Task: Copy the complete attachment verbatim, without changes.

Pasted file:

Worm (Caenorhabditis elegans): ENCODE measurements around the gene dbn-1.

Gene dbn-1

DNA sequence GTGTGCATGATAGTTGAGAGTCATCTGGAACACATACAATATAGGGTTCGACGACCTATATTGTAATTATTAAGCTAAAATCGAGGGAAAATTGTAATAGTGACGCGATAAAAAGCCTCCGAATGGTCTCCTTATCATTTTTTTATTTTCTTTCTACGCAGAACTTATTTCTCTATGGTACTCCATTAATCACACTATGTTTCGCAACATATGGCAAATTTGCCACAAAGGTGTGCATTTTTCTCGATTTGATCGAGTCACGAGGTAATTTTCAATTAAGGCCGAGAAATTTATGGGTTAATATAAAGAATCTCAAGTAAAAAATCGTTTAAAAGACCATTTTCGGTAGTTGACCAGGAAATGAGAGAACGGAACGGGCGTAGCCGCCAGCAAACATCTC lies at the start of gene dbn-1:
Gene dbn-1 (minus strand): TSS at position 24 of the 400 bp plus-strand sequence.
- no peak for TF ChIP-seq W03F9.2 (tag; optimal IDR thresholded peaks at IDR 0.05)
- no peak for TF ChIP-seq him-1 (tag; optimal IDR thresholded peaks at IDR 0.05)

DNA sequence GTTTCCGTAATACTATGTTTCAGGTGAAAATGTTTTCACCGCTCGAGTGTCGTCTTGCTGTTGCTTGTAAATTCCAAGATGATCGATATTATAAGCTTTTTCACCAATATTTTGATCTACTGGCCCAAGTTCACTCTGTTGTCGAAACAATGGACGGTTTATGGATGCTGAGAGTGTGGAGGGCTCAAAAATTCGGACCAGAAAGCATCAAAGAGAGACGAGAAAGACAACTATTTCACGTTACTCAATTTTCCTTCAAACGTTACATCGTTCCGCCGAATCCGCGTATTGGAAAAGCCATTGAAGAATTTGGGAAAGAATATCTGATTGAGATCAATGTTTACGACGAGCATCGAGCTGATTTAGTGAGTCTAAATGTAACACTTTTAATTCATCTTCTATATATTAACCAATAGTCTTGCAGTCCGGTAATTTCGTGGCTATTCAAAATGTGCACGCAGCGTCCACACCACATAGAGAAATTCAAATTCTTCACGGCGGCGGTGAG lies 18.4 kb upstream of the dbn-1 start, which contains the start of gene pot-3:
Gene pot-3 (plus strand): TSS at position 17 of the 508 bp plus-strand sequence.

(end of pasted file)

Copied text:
Worm (Caenorhabditis elegans): ENCODE measurements around the gene dbn-1.

Gene dbn-1

DNA sequence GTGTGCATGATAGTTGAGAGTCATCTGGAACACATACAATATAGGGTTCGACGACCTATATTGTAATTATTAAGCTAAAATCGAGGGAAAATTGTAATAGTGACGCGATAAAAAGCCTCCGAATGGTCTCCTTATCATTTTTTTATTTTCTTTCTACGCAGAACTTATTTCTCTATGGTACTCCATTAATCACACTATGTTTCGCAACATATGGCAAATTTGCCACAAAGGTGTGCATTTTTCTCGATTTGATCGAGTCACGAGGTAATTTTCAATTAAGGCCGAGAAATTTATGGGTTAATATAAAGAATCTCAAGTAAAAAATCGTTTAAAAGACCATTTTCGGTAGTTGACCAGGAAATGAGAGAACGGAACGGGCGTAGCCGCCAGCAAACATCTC lies at the start of gene dbn-1:
Gene dbn-1 (minus strand): TSS at position 24 of the 400 bp plus-strand sequence.
- no peak for TF ChIP-seq W03F9.2 (tag; optimal IDR thresholded peaks at IDR 0.05)
- no peak for TF ChIP-seq him-1 (tag; optimal IDR thresholded peaks at IDR 0.05)

DNA sequence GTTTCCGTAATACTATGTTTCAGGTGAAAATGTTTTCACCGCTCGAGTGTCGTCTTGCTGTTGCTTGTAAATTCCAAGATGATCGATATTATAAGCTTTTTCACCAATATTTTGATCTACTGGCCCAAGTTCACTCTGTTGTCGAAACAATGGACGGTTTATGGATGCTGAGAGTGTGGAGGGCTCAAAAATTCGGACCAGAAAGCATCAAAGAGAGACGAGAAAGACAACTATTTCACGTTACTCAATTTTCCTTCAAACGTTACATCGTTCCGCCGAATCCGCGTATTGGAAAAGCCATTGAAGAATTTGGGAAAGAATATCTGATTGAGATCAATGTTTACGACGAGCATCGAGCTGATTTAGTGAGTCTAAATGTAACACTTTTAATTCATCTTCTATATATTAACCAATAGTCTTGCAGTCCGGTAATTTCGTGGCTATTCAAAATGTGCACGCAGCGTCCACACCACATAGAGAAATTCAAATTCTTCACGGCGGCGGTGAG lies 18.4 kb upstream of the dbn-1 start, which contains the start of gene pot-3:
Gene pot-3 (plus strand): TSS at position 17 of the 508 bp plus-strand sequence.